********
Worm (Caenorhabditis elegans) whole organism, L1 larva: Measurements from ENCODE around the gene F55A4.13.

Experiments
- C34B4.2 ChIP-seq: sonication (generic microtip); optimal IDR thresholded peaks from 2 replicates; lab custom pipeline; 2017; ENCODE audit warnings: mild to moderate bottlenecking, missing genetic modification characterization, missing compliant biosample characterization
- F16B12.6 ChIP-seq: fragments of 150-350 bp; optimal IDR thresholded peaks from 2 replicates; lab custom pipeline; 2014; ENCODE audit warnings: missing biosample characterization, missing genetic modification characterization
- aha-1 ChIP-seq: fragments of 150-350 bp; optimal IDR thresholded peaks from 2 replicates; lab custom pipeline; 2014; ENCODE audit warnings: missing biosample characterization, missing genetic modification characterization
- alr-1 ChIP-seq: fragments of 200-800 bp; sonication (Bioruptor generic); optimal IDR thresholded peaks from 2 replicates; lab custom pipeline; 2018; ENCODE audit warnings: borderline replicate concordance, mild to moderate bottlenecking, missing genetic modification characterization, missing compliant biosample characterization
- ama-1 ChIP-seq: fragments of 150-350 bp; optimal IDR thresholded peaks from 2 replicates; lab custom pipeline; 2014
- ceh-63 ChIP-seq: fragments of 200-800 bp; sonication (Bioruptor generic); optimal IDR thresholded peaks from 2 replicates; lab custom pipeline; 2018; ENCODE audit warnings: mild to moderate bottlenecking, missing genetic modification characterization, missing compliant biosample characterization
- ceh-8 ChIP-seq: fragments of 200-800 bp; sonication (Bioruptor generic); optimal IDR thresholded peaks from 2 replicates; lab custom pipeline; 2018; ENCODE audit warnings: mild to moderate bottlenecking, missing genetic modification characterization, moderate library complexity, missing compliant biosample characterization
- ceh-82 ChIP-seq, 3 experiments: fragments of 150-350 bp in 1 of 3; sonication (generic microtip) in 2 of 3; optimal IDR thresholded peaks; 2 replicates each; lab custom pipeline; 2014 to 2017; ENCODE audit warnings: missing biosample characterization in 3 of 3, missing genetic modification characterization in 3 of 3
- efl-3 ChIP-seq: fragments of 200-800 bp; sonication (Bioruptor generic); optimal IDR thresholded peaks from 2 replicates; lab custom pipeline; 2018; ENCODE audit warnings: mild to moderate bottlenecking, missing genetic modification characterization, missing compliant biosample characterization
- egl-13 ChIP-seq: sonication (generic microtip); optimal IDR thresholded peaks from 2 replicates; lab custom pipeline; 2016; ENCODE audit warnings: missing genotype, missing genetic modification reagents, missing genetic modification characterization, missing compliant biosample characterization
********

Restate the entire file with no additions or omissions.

Worm (Caenorhabditis elegans) whole organism, L1 larva: Measurements from ENCODE around the gene F55A4.13.

Experiments
- C34B4.2 ChIP-seq: sonication (generic microtip); optimal IDR thresholded peaks from 2 replicates; lab custom pipeline; 2017; ENCODE audit warnings: mild to moderate bottlenecking, missing genetic modification characterization, missing compliant biosample characterization
- F16B12.6 ChIP-seq: fragments of 150-350 bp; optimal IDR thresholded peaks from 2 replicates; lab custom pipeline; 2014; ENCODE audit warnings: missing biosample characterization, missing genetic modification characterization
- aha-1 ChIP-seq: fragments of 150-350 bp; optimal IDR thresholded peaks from 2 replicates; lab custom pipeline; 2014; ENCODE audit warnings: missing biosample characterization, missing genetic modification characterization
- alr-1 ChIP-seq: fragments of 200-800 bp; sonication (Bioruptor generic); optimal IDR thresholded peaks from 2 replicates; lab custom pipeline; 2018; ENCODE audit warnings: borderline replicate concordance, mild to moderate bottlenecking, missing genetic modification characterization, missing compliant biosample characterization
- ama-1 ChIP-seq: fragments of 150-350 bp; optimal IDR thresholded peaks from 2 replicates; lab custom pipeline; 2014
- ceh-63 ChIP-seq: fragments of 200-800 bp; sonication (Bioruptor generic); optimal IDR thresholded peaks from 2 replicates; lab custom pipeline; 2018; ENCODE audit warnings: mild to moderate bottlenecking, missing genetic modification characterization, missing compliant biosample characterization
- ceh-8 ChIP-seq: fragments of 200-800 bp; sonication (Bioruptor generic); optimal IDR thresholded peaks from 2 replicates; lab custom pipeline; 2018; ENCODE audit warnings: mild to moderate bottlenecking, missing genetic modification characterization, moderate library complexity, missing compliant biosample characterization
- ceh-82 ChIP-seq, 3 experiments: fragments of 150-350 bp in 1 of 3; sonication (generic microtip) in 2 of 3; optimal IDR thresholded peaks; 2 replicates each; lab custom pipeline; 2014 to 2017; ENCODE audit warnings: missing biosample characterization in 3 of 3, missing genetic modification characterization in 3 of 3
- efl-3 ChIP-seq: fragments of 200-800 bp; sonication (Bioruptor generic); optimal IDR thresholded peaks from 2 replicates; lab custom pipeline; 2018; ENCODE audit warnings: mild to moderate bottlenecking, missing genetic modification characterization, missing compliant biosample characterization
- egl-13 ChIP-seq: sonication (generic microtip); optimal IDR thresholded peaks from 2 replicates; lab custom pipeline; 2016; ENCODE audit warnings: missing genotype, missing genetic modification reagents, missing genetic modification characterization, missing compliant biosample characterization